The Saharawi Association for the Defence of Human Rights (ASADEDH) has asked the National High Court for the immediate arrest of the Polisario leader, Brahim Ghali. This request is the second issued by the Association so that Ghali does not evade "the action of justice" and answer for the alleged crimes committed against the dissident Saharawi population in Tindouf.
On 23 April, the association requested the reopening of the lawsuit filed against him, accusing him of alleged crimes related to genocide, murder, torture and disappearances. Following the identification of Ghali in a hospital in Logroño, the magistrate of the Central Court, Santiago Pedraz, could plan to take his statement on 1 June, according to Europa Press sources.
According to Europa Press, the appearance would be governed "to assess the adoption of precautionary measures of a personal nature with respect to him", which could lead to a provisional prison sentence due to "the seriousness of the facts and the crimes charged, as well as the penalties envisaged, the flagrancy in their commission, the persistence in illegality and the risk of repetition of the unlawful conduct".
In addition to Ghali, other Polisario Front leaders have been sued. This is the case of Sidahmed El Bellal Hedda, Gali Sidi-Mohamed Adelyelil, Bachir Sayed, Mohamed El Khalil and Mohamed Salec Abdesamad. In this regard, the Saharawi activist of Spanish nationality, Fabel Breica, is said to have been behind the complaints for the crimes of illegal detention, torture and crimes against humanity. Europa Press sources indicate that they will appear before the Audiencia Nacional on 8 May.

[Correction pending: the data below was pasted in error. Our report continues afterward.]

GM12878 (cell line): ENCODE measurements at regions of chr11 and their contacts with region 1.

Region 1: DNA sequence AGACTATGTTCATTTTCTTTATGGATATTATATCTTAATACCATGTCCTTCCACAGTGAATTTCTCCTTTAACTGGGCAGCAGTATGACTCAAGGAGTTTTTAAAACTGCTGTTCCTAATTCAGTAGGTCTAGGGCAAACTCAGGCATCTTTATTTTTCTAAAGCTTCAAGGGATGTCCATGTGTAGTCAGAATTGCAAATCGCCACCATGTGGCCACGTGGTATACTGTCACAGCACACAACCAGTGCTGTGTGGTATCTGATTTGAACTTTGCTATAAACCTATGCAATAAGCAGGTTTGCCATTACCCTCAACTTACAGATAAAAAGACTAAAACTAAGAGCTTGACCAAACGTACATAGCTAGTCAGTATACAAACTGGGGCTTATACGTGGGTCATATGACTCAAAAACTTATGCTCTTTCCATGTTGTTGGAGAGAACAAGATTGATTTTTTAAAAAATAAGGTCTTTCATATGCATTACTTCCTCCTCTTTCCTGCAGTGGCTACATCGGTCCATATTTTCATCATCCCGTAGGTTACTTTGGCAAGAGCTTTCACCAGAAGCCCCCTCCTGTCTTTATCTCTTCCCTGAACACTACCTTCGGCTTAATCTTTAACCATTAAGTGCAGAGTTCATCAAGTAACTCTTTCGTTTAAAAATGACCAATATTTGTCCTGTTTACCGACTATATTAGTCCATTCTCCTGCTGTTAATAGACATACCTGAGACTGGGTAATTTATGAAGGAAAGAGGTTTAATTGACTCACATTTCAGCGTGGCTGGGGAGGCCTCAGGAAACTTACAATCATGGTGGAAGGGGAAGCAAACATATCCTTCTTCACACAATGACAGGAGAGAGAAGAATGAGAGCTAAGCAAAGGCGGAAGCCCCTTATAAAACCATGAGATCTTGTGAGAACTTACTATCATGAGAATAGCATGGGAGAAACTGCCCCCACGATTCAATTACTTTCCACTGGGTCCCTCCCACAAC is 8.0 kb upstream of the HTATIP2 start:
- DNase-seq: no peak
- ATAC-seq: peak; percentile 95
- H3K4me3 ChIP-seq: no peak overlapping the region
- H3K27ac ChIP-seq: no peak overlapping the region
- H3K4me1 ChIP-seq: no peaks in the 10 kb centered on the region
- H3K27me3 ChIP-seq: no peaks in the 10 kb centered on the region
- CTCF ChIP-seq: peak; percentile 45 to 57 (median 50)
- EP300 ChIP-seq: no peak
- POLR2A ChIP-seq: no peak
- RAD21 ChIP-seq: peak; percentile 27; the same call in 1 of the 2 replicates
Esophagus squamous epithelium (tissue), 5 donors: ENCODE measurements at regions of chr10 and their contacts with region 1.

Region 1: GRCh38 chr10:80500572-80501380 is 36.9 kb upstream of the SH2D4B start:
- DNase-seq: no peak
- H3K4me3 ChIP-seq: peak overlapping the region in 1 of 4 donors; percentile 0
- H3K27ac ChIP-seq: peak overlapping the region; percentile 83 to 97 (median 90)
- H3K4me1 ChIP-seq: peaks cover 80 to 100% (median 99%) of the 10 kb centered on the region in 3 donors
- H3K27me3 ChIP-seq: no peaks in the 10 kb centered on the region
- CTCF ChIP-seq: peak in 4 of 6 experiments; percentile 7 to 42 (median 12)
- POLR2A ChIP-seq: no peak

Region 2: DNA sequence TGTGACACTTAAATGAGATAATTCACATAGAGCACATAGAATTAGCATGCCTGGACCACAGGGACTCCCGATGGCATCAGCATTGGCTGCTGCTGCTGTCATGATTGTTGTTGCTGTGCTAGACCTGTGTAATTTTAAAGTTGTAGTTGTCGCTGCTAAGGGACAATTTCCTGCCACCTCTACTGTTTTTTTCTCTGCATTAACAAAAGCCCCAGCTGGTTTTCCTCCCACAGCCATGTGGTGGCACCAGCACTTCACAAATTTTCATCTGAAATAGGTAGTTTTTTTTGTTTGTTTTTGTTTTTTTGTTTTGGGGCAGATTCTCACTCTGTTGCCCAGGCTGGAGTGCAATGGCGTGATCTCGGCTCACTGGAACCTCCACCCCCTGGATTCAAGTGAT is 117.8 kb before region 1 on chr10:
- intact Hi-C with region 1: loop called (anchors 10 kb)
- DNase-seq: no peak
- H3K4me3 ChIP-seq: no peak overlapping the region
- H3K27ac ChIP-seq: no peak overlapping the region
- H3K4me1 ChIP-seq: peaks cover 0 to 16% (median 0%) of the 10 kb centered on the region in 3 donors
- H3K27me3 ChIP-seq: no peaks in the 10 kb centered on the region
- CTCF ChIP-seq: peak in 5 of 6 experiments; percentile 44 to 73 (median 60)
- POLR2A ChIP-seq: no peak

Breica has declared that he was arrested by soldiers and received beatings and electric shocks, after organising acts and demonstrations against the official line of the Polisario Front. In addition to this, the activist claims to be aware that a large number of Polisario leaders are in Spain, but that this is not made public so that they cannot be investigated.
In January 2020, the then investigating judge José de la Mata dismissed the complaint on the grounds that the Audiencia Nacional did not have sufficient jurisdiction to investigate "acts committed by foreigners abroad". Following this, Mata ordered that he be accredited with Spanish nationality, but this was never carried out.
His substitute, Santiago Pedraz, indicated that "the lack of competence of the Spanish state to investigate the facts set out in the complaint lies solely and exclusively in the lack of residence or nationality of the defendants, which is also the reason why they obstruct or conceal it".